So, on the regulatory and public side, of course, Ericsson is trying to be very active in India. We have a very long track record in India. I am very proud and happy about it. We have been present in India since 1903. We have had local manufacturing since 1994 and we have a very strong presence in our market organisation and the local R&D.  

One key thing is to interact with the public side, and the government side, and by various means, discuss, provide information, and support in their undertaking on how to best set the framework for 5G in India. And of course, as in any nation, we advise on our knowledge from other markets, on - how can 5G be launched, how spectrum regulation is being done in other countries as examples. So, we are happy to bring our share to that kind of discussion that naturally is undertaken by the local authorities, Government institutions, and local industry, we are part of the local industry.  

Then, with our customers, we try to engage as much as we can. We have showcased the potential of 5G in terms of coverage. We made deployments outside of Delhi to show how 5G can be used on the 3.5GHz spectrum and other spectrums. Showing that 5G greatly exceeds the coverage expectations in India. We are also showing the 5G industrial enterprise potential with digital manufacturing, as an example. So, by various means, we are trying to prepare tour customers on the potential of 5G, what kind of business they can tap and how to prepare the network. And again, I think it’s a great thing that operators with Ericsson gear can, to a great deal, leverage our expertise to gain early 5G coverage. 

Then on the market and device side, Ericsson takes great pride to work with other providers of equipment. We have a very long tradition to work with the manufacturers of the very important chipsets that go into smartphones, to make sure that we are aligned early on what should be provided on their side and our side, and then with the providers of smartphones. So, I think we have a very early engagement to make sure that good devices can hit the market and good devices are in many price ranges. There are a lot of activities ongoing there which as a consumer perhaps you are not able to see when you go into a phone shop to evaluate the potential new smartphones. But before it reaches there, there are many activities where we are involved to test out the chipsets to make sure that they are fit for working in a 5G system.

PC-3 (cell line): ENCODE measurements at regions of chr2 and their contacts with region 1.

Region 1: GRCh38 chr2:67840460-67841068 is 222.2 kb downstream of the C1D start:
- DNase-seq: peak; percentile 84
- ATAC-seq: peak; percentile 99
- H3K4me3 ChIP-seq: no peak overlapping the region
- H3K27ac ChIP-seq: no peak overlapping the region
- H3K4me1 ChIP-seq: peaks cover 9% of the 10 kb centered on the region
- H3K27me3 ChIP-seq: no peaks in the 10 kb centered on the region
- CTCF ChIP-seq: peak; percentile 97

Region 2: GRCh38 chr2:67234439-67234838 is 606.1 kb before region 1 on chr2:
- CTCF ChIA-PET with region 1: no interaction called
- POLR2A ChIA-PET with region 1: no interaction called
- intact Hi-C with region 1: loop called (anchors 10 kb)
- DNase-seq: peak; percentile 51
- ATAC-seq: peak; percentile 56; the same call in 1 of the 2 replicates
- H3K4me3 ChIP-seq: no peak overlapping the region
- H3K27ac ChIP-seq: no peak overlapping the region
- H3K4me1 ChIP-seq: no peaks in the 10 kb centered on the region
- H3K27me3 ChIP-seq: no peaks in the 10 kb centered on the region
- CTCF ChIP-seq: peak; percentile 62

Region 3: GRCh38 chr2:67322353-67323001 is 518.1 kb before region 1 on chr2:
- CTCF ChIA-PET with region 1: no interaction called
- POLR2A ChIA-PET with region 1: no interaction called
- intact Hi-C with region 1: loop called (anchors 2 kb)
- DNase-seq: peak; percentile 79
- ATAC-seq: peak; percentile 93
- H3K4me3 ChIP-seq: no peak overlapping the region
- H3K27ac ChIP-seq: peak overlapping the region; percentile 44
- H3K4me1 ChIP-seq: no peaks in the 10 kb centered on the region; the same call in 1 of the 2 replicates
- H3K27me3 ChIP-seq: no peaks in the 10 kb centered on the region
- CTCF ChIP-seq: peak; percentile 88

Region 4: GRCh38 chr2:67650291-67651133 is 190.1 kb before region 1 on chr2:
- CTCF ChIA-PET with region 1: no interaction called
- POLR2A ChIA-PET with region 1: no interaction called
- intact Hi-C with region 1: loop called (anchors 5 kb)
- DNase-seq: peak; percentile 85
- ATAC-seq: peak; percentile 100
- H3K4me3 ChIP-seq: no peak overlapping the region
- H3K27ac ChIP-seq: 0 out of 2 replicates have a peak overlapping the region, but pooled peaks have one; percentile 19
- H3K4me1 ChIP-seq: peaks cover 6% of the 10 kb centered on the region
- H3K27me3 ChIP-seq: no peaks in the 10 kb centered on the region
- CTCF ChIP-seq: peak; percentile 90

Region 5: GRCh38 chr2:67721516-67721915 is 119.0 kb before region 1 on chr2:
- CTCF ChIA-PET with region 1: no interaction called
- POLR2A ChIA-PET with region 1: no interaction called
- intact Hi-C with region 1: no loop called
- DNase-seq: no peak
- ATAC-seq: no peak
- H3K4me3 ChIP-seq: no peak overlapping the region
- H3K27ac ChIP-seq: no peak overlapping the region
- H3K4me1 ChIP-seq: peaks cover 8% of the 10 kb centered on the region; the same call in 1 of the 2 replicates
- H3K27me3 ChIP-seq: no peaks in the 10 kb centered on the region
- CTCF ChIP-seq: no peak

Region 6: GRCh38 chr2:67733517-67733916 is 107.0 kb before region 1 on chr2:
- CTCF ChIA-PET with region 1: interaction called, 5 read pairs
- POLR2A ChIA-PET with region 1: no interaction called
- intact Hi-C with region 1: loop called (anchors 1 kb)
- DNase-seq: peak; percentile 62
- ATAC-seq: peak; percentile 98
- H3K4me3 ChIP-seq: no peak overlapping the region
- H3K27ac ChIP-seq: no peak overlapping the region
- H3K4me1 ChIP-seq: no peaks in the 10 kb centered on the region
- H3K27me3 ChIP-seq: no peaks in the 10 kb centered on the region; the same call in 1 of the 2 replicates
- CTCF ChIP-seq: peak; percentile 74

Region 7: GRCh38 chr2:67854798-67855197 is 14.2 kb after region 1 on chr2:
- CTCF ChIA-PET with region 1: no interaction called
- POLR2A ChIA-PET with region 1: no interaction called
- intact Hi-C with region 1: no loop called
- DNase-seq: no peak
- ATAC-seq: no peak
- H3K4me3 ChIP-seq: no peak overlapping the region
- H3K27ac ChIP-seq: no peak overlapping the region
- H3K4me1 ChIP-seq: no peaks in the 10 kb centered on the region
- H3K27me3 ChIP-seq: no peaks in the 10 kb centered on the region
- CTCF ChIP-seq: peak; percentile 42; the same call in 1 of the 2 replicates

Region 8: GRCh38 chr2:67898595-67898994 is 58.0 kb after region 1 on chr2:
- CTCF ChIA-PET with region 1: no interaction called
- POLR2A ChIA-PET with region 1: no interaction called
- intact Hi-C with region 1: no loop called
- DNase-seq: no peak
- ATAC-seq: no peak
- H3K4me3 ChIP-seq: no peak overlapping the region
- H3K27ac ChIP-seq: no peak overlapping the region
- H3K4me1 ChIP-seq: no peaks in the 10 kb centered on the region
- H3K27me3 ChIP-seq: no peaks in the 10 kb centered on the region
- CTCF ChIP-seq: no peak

Then, of course, we also work with companies that want to use 5G. On the industrial side, we work with many companies around the world. And we have been showcasing and we have been also doing a commercial deployment of industrial applications. With some companies, say ABB, which has a good footprint in India, we have made deployments with robots and controlled electrical motors, etc.

That knowledge is with that company, as an example, and can potentially be applied in any country where there is a fit between that industrial company and the usage of that equipment in a particular country. And there are many other companies here that we are working with. Many companies are ready to bring 5G applications to India as well. There was a media announcement not long ago from Capgemini, where Ericsson is engaging in other places of the world as well as in India.  

BT: How much has the last two years of COVID affected or derailed that? And if it has derailed that, what are the things that you guys are doing to get back on track?  

ME: I think COVID has made us draw several interesting conclusions, not the least of them is the importance of mobile systems. And again, to allow for mobility for the users, and then not only in terms of the consumer usage that we have seen a lot before but the work usage. And the fact that so many people have been working from home or elsewhere on the move in the last two years has hardened our belief on how important it is to have 5G to support this, going forward.

So, I think that has strengthened our thinking, strengthened the way we implement our products, the support for this behaviour that we have now and in the enhancements that are coming. Then, specifically for India, I think we have been able to supply our customers very well during this period and we have not had any large burden or shortage of supply due to COVID, as far as I am aware.

I think again the key thing here is the importance of the systems and I argue that when India is ready to go for 5G, in the actual deployment of course we are very happy to support and supply to our customers in India. And that is regardless of the impact that COVID may have had in the past. That is behind us in that sense. So, I think it's more of a learning experience to underpin the importance of always being connected, and always being connected in a work environment as well. And indeed, we have some support for this in our products, now that we hope our customers can use it more and more going forward. 

Also Read: 5G network rollout in India will happen in August-September: IT minister Ashwini Vaishnaw

Also Read: Should you buy a 5G smartphone in India? Things to know ahead of 5G spectrum auction

Published on: Jun 16, 2022, 6:00 PM IST
Posted by: Jhinuk Sen, Jun 16, 2022, 5:53 PM IST